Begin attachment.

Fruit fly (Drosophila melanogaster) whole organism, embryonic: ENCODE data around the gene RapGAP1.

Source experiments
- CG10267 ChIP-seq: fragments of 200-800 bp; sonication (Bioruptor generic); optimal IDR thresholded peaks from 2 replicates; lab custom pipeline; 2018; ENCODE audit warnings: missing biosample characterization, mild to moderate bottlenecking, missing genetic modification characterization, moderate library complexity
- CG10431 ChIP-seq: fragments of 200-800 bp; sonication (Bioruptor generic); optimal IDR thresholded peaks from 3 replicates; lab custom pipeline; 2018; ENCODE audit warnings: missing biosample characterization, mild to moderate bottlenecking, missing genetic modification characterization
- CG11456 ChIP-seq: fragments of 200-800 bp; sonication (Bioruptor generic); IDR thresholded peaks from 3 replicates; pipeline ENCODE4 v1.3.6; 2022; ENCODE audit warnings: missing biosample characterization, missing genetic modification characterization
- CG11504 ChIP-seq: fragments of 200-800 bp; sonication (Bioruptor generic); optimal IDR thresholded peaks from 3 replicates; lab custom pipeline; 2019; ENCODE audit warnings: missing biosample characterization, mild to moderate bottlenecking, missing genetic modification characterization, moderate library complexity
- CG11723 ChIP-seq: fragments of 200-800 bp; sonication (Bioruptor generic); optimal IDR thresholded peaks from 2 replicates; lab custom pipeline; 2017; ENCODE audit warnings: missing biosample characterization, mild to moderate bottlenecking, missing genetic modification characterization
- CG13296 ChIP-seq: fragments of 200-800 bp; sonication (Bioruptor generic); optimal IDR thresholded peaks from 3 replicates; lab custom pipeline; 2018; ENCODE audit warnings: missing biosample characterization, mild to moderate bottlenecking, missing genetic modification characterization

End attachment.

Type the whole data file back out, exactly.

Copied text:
Fruit fly (Drosophila melanogaster) whole organism, embryonic: ENCODE data around the gene RapGAP1.

Source experiments
- CG10267 ChIP-seq: fragments of 200-800 bp; sonication (Bioruptor generic); optimal IDR thresholded peaks from 2 replicates; lab custom pipeline; 2018; ENCODE audit warnings: missing biosample characterization, mild to moderate bottlenecking, missing genetic modification characterization, moderate library complexity
- CG10431 ChIP-seq: fragments of 200-800 bp; sonication (Bioruptor generic); optimal IDR thresholded peaks from 3 replicates; lab custom pipeline; 2018; ENCODE audit warnings: missing biosample characterization, mild to moderate bottlenecking, missing genetic modification characterization
- CG11456 ChIP-seq: fragments of 200-800 bp; sonication (Bioruptor generic); IDR thresholded peaks from 3 replicates; pipeline ENCODE4 v1.3.6; 2022; ENCODE audit warnings: missing biosample characterization, missing genetic modification characterization
- CG11504 ChIP-seq: fragments of 200-800 bp; sonication (Bioruptor generic); optimal IDR thresholded peaks from 3 replicates; lab custom pipeline; 2019; ENCODE audit warnings: missing biosample characterization, mild to moderate bottlenecking, missing genetic modification characterization, moderate library complexity
- CG11723 ChIP-seq: fragments of 200-800 bp; sonication (Bioruptor generic); optimal IDR thresholded peaks from 2 replicates; lab custom pipeline; 2017; ENCODE audit warnings: missing biosample characterization, mild to moderate bottlenecking, missing genetic modification characterization
- CG13296 ChIP-seq: fragments of 200-800 bp; sonication (Bioruptor generic); optimal IDR thresholded peaks from 3 replicates; lab custom pipeline; 2018; ENCODE audit warnings: missing biosample characterization, mild to moderate bottlenecking, missing genetic modification characterization